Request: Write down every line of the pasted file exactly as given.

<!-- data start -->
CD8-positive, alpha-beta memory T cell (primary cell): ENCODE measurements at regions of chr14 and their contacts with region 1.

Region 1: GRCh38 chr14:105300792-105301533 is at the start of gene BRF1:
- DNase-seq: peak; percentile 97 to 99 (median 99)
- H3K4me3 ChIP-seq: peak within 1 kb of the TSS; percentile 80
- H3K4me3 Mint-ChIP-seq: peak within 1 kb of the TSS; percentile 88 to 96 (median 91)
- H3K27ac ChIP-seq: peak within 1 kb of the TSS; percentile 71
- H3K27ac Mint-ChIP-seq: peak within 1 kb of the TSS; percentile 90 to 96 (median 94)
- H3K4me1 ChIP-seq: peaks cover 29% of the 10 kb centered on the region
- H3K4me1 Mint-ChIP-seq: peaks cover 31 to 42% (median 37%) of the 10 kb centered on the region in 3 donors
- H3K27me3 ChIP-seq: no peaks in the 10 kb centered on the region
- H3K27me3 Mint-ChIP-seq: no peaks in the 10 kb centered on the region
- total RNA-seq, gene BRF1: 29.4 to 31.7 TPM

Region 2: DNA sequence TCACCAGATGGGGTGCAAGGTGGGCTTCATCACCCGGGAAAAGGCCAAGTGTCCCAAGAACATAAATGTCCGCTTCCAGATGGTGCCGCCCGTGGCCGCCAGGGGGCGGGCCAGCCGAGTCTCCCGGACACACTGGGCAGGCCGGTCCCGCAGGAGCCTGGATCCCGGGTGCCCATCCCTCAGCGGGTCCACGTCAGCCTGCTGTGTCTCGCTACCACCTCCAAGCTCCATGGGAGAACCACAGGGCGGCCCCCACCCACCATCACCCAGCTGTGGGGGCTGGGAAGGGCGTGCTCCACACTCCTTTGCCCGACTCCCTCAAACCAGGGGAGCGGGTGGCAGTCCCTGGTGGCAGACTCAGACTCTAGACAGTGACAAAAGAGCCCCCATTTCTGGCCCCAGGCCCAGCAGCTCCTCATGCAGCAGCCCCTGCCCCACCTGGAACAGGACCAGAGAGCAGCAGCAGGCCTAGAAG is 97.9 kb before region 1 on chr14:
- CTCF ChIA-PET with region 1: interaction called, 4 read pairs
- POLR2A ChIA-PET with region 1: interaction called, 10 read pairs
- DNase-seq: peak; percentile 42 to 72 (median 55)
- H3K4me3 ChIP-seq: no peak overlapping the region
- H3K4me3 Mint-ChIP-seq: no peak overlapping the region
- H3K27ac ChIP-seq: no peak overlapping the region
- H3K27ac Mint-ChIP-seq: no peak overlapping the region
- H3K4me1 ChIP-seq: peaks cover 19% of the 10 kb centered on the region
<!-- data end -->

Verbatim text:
CD8-positive, alpha-beta memory T cell (primary cell): ENCODE measurements at regions of chr14 and their contacts with region 1.

Region 1: GRCh38 chr14:105300792-105301533 is at the start of gene BRF1:
- DNase-seq: peak; percentile 97 to 99 (median 99)
- H3K4me3 ChIP-seq: peak within 1 kb of the TSS; percentile 80
- H3K4me3 Mint-ChIP-seq: peak within 1 kb of the TSS; percentile 88 to 96 (median 91)
- H3K27ac ChIP-seq: peak within 1 kb of the TSS; percentile 71
- H3K27ac Mint-ChIP-seq: peak within 1 kb of the TSS; percentile 90 to 96 (median 94)
- H3K4me1 ChIP-seq: peaks cover 29% of the 10 kb centered on the region
- H3K4me1 Mint-ChIP-seq: peaks cover 31 to 42% (median 37%) of the 10 kb centered on the region in 3 donors
- H3K27me3 ChIP-seq: no peaks in the 10 kb centered on the region
- H3K27me3 Mint-ChIP-seq: no peaks in the 10 kb centered on the region
- total RNA-seq, gene BRF1: 29.4 to 31.7 TPM

Region 2: DNA sequence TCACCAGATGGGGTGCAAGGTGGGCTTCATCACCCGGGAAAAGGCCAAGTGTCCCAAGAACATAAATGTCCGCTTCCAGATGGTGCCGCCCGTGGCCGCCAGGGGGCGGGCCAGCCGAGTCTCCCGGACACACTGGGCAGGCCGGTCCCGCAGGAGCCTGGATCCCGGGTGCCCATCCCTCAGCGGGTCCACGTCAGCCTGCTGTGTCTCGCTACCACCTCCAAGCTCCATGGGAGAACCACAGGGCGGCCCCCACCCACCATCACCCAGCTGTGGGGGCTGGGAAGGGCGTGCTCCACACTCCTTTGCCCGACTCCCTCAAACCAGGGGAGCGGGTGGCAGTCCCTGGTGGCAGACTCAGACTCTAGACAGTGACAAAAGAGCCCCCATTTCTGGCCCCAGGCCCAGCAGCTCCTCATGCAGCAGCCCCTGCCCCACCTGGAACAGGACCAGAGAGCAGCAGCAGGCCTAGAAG is 97.9 kb before region 1 on chr14:
- CTCF ChIA-PET with region 1: interaction called, 4 read pairs
- POLR2A ChIA-PET with region 1: interaction called, 10 read pairs
- DNase-seq: peak; percentile 42 to 72 (median 55)
- H3K4me3 ChIP-seq: no peak overlapping the region
- H3K4me3 Mint-ChIP-seq: no peak overlapping the region
- H3K27ac ChIP-seq: no peak overlapping the region
- H3K27ac Mint-ChIP-seq: no peak overlapping the region
- H3K4me1 ChIP-seq: peaks cover 19% of the 10 kb centered on the region